Tuesday, November 17, 2015

What is the treatment for this subendocardial ischemia?

This elderly patient had an accidental carbon monoxide poisoning.  The patient did not have ischemic symptoms, but we do an ECG routinely to look for ischemia.  Here it is:
There is ischemic ST depression, typical of diffuse subendocardial ischemia.

The CO level returned at 28%.

Carbon Monoxide displaces oxygen from hemoglobin, and thus effectively decreases oxygen saturation, in this case by 28%, down to 72%.  But it also binds with cytochrome oxydase to inhibit ATP formation.  Thus, its effect is the same as ischemia.

We consider cardiac ischemia (on the ECG, or by elevated troponin), by itself, to be an indication for emergent hyperbaric oxygen (HBO) even if there are no other indications such as neurologic disability, loss of consciousness, level greater than 40%, pregnancy, or other indications.

We happen to have one of the world's finest hyperbaric oxygen facilities here at Hennepin County Medical Center (HCMC).  Dr. Cher Adkinson designed and built the center, and it is now run by our director of Hyperbaric Therapy, Chris Logue, MD.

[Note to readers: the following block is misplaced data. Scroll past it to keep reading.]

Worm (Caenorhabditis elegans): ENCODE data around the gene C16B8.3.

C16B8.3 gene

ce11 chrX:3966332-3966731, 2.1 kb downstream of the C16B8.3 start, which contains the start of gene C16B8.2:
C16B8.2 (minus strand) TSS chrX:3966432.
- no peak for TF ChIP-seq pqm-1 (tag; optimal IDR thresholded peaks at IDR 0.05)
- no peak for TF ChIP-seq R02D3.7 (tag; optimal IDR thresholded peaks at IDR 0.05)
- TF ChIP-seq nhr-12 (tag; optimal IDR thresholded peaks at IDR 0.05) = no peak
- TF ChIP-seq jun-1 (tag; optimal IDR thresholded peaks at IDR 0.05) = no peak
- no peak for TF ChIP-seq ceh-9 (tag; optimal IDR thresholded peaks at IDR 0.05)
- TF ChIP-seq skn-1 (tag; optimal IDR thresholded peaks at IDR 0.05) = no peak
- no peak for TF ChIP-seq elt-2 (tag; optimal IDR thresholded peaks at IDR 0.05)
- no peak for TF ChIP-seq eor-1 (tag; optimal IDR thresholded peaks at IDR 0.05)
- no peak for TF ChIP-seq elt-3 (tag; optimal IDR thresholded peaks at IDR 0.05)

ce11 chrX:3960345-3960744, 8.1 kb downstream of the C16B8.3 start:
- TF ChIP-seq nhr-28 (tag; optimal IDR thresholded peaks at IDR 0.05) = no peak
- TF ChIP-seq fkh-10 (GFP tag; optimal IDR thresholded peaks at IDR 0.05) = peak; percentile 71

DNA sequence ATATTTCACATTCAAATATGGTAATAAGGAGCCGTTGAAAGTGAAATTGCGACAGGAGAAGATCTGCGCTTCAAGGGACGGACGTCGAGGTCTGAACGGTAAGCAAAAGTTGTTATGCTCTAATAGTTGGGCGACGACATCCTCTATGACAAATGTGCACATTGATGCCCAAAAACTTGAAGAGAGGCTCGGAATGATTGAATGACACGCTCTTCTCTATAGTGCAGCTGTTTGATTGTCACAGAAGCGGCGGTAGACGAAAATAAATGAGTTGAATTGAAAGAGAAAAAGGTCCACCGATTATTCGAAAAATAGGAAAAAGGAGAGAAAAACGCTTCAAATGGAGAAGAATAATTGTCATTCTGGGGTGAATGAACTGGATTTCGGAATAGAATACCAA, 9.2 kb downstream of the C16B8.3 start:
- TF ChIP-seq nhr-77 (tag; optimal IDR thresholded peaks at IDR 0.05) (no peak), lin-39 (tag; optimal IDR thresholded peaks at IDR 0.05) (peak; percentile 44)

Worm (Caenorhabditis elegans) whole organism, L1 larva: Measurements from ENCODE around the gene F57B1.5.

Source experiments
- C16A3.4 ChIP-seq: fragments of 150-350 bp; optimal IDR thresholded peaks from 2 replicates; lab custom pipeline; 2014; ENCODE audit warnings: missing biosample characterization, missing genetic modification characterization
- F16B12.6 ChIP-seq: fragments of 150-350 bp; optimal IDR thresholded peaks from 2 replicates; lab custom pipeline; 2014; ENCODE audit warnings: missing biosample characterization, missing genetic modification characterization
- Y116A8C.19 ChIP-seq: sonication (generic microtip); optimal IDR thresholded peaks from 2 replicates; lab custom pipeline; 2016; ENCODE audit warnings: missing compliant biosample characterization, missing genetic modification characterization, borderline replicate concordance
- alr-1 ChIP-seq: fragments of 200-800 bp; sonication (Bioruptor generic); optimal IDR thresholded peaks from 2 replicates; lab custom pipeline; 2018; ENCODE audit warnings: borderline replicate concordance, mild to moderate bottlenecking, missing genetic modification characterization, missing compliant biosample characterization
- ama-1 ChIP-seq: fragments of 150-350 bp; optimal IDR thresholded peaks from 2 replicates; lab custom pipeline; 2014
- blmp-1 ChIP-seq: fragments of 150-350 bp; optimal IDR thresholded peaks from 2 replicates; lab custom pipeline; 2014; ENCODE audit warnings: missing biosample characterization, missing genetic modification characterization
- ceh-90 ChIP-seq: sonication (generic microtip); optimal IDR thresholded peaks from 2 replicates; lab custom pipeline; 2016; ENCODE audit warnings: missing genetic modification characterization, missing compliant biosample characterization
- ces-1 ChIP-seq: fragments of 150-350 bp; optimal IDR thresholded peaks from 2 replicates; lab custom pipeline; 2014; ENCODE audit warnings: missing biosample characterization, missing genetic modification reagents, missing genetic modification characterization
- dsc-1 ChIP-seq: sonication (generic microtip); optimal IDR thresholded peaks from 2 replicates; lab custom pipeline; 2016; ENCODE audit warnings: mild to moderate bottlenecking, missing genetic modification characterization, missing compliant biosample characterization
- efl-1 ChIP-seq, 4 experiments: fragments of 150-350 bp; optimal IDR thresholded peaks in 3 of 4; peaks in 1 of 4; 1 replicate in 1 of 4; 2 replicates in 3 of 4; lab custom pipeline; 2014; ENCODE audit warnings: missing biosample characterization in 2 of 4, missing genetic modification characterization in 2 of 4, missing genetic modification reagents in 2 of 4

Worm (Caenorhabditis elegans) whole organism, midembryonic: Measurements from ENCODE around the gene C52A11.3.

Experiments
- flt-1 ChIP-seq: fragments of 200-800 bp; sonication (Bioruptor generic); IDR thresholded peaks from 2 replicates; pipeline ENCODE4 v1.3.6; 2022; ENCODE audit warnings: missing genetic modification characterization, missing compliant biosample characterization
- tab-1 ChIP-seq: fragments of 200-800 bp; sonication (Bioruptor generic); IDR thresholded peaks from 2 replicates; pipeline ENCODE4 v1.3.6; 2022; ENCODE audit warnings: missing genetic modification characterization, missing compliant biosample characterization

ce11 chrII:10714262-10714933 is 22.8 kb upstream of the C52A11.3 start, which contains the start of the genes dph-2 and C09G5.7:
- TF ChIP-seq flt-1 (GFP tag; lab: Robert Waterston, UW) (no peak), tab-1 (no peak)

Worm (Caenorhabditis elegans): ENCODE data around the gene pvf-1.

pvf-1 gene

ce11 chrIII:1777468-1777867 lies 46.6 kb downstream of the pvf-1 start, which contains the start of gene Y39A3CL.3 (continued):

We treat many chronic conditions with , but are open 24/7/365 for emergencies including CO poisoning, air embolism, decompression sickness, and central retinal artery occlusion.

The patient underwent hyperbaric oxygen therapy.  Here is her ECG afterwards:
There is only minimal residual ST depression.

The troponin I peaked at 5.1 ng/mL.

Dr. Adkinson's research here at HCMC, published in JAMA, found that myocardial injury (as indicated by troponin elevation, but also by ischemia on the ECG) is common in carbon monoxide poisoning and is independently associated with an increased risk of mortality at 7-year followup (38% vs. 15%).  A subsequent publication in JACC reported that myocardial injury was not at all predicted by CO level.

Echo after HBO showed:
Normal estimated left ventricular ejection fraction - 65%.
No wall motion abnormality
Normal left ventricular size.

The patient did well.


  1. dr. smith

    1) as i see that in any pt with diffuse st dep and st elevation in aVR + positive toponin we don't diagnose NONSTEMI till we correct secondary casuses. and when to go for cath?

    2) if the same ecg was in pt with Hb 9 and ongoing chest pain ? what to do here ?

    1. You go to cath when the evidence supports acute coronary syndrome. That is often a very difficult judgement and sometimes you will have a false positive cath. Hgb 9 should not be sufficiently low to cause supply ischemia. It can contribute if there is multifactorial supply/demand ischemia: low Hemoglobin, low volume, tachycardia, hypoxia.
      Steve Smith


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